Johannesburg - Nelson Mandela lives on on Monday, when the biggest statute of him yet is unveiled on the grounds of the Union Buildings in Pretoria.
On Sunday, his remains were finally interred after 10 days of unprecedented mourning at home and abroad.
He had lain in state for three days at the seat of government before his coffin was flown by the Sa Air Force to Mthatha Airport on Saturday, then driven 60km in a military cortege to his ancestral homestead of Qunu, Eastern Cape.
The ceremony, beamed across the world, blended the old with the new, African tradition and western custom, as 4 500 mourners attended the funeral service under a specially built dome structure, before 450 specially selected mourners accompanied the coffin on its last 1 500m journey to the Mandela family gravesite at the icon’s beloved rural homestead.
Held in perfect mid-summer conditions, spear-brandishing warriors clad in traditional Xhosa garb chanted and danced their homage to Mandela as air force fighters roared past in the so-called missing-man formation.
Helicopters clattered overhead, trailing giant South African flags, in scenes reminiscent of Mandela’s inauguration as South Africa’s first democratically elected president 19-and-a-half years ago.
The unique funeral service was not without its glitches.
Mandela’s coffin was lowered to its final resting place almost an hour behind schedule, notwithstanding ANC deputy president Cyril Ramaphosa’s earlier explanation that Xhosa tradition demanded that Mandela be buried at noon, “when the sun is at its highest and the shadows at their shortest”.
The invited mourners included 450 dignitaries from the continent and beyond, including Britain’s Prince Charles; Zambia’s inaugural president, Kenneth Kaunda; and Archbishop Emeritus Desmond Tutu, who made a surprise appearance after publicly cancelling his airline reservation at the weekend over an apparent snub by the organisers.
The celebrity attendees, befitting a man of Mandela’s status and allure, included US talk-show mogul Oprah Winfrey, billionaire UK businessman Richard Branson and Monaco’s Prince Albert.
Mandela’s coffin arrived for the service draped in the national flag atop a gun carriage, before being wheeled in by senior warrant officers drawn from all arms of the SANDF, acting as pallbearers, to stand above a kaross of black and white cattle skins.
The service began with jubilant celebratory songs and dance outside the dome, but soon turned sombre as speakers delivered their eulogies to the departed icon.
Ahmed Kathrada, Mandela’s long-term prison mate on Robben Island, set the tone with a profoundly moving speech.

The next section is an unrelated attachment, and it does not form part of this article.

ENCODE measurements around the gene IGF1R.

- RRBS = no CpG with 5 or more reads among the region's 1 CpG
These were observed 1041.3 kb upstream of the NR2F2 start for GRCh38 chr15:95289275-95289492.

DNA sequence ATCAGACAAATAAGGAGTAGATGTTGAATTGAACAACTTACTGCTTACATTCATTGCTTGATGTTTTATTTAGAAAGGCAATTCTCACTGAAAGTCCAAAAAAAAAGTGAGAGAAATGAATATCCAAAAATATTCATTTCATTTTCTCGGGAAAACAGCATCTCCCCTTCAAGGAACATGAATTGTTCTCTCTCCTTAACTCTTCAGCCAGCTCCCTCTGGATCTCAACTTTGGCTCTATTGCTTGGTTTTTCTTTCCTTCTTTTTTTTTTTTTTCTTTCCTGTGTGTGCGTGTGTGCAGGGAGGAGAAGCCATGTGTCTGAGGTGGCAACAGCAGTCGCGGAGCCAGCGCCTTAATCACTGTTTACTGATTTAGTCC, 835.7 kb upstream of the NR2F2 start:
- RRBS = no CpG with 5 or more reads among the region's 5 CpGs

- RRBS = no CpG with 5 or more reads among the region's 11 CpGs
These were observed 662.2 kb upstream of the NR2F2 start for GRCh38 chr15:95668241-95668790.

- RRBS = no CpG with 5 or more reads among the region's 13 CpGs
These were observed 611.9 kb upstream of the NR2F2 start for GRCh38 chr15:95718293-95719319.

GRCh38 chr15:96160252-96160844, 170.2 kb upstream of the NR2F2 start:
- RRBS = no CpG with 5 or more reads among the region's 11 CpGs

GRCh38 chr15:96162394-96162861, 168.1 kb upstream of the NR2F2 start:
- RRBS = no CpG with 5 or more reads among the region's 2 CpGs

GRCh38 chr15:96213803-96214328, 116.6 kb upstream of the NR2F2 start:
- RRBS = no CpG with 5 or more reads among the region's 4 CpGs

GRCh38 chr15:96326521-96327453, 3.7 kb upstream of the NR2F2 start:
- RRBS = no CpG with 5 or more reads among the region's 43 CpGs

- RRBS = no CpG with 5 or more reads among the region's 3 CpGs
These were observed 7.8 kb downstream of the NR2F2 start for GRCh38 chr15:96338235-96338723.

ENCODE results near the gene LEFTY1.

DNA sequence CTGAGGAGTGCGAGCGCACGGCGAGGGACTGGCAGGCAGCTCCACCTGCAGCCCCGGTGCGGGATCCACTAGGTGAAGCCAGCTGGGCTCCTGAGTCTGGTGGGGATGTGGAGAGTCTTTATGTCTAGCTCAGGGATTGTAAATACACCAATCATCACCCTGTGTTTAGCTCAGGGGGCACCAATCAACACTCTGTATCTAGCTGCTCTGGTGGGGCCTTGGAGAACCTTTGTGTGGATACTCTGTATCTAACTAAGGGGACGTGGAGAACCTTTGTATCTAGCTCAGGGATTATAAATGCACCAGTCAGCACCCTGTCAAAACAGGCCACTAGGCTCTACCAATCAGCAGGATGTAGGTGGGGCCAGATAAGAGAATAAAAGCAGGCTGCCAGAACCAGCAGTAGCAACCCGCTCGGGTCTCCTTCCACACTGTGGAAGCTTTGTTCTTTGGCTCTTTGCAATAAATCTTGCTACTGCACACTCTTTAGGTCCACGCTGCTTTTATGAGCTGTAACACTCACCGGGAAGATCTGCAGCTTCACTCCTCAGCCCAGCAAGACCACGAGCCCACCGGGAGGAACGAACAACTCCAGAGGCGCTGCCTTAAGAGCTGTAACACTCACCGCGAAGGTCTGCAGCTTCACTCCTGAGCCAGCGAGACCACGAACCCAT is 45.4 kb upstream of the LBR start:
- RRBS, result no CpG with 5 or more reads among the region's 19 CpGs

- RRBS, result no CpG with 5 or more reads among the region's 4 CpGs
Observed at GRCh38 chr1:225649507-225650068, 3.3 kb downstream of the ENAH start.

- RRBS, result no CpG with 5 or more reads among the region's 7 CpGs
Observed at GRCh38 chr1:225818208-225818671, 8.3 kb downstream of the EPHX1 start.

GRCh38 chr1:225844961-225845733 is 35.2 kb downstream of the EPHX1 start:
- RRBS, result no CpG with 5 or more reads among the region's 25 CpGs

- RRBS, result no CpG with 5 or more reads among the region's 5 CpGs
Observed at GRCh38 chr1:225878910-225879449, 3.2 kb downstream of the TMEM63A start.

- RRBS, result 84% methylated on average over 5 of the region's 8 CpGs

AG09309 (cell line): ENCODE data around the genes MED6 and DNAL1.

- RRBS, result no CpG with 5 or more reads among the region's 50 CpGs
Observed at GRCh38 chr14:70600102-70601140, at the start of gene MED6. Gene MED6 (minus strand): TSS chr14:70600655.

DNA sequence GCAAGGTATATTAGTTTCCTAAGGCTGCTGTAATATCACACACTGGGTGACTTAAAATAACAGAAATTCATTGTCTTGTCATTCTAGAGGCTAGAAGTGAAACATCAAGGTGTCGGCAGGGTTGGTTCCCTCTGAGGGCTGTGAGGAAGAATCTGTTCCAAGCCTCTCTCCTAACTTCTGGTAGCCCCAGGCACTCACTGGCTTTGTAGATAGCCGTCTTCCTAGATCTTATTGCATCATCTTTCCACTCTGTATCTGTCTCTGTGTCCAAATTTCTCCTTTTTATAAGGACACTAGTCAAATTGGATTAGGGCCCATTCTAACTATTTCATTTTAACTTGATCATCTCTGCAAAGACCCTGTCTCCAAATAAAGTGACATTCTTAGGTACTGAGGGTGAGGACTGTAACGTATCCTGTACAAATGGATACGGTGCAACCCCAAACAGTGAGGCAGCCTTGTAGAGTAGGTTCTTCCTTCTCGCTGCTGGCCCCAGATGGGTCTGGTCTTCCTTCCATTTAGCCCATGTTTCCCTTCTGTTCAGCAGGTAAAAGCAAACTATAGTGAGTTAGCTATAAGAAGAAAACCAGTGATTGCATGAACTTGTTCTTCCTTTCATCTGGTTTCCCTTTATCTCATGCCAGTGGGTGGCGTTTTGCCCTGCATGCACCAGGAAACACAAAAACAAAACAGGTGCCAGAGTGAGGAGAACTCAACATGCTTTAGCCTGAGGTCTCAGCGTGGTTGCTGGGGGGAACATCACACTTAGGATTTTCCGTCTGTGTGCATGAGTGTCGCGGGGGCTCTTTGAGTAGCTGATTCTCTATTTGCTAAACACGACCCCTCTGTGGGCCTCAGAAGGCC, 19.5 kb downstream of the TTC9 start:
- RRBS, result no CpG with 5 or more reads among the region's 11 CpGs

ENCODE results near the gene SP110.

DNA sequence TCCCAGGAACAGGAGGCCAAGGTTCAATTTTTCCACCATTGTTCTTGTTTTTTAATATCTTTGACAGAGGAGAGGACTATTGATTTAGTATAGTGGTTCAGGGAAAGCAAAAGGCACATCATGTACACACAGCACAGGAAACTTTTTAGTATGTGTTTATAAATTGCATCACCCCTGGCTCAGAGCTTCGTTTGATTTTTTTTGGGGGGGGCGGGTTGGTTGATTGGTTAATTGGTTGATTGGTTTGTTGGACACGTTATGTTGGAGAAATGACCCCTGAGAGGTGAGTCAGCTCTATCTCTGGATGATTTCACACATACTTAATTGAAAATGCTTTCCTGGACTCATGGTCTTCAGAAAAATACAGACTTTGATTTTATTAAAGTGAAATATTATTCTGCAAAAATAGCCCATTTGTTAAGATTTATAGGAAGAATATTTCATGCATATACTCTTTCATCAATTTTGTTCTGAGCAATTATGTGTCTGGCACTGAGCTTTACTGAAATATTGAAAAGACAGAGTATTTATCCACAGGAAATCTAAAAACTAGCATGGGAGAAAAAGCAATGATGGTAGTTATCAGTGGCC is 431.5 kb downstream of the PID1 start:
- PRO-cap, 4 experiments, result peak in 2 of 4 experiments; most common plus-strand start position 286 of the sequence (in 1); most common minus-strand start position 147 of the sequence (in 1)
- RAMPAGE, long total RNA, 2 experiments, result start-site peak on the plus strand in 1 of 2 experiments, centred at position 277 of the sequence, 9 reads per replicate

Chief Ngangomhlaba Matanzima, a representative of the Mandela family, said Madiba had played as great a role unifying warring families within the royal household as he had for South Africa and on the international stage.
He rebuked the people who had booed President Jacob Zuma at Tuesday’s memorial service at the FNB Stadium, saying this had been the antithesis of what Mandela stood for and had embarrassed the nation.
The service turned out to be a profoundly African affair, with only African leaders invited to pay tribute.
Malawi’s Joyce Banda said she had looked to Mandela for inspiration when she became president last year amid a national crisis.
“Leadership is about falling in love with the people you serve and about the people falling in love with you. It is about serving the people selflessly, with sacrifice and with a need to put common good ahead of personal interest,” she said.
Former president Thabo Mbeki was brought to tears as Tanzanian president Jakaya Kikwete recalled anecdotes of ANC leaders’ days in exile in Dar es Salaam, while Kaunda bid a fond and rambling farewell in which he dismissed the apartheid regime as “boers” but praised former president FW de Klerk for releasing Mandela.
He was cut short by Ramaphosa, who tried to keep proceedings on schedule and made mourners laugh with a joke about how Zuma recently offended Malawi in a diplomatic faux pas.
He, too, paid tribute to Mandela, remarking how countless South Africans had shared their favourite memories of the liberation icon in recent days.
“Each one of us, indeed millions of people around the world, have each had their Madiba moment… Today, the person who lies here is South Africa’s greatest son,” Ramaphosa said.
In his eulogy, President Jacob Zuma acknowledged the disquiet voiced in the past 10 days over the future of the democracy Mandela founded.
“We did not want to confront the reality of your mortality,” said Zuma.
“As your journey ends today, ours must continue in earnest. One thing we can assure you of today, Tata, as you take your final steps, is that South Africa will continue to rise. We pledge to take your vision forward.”\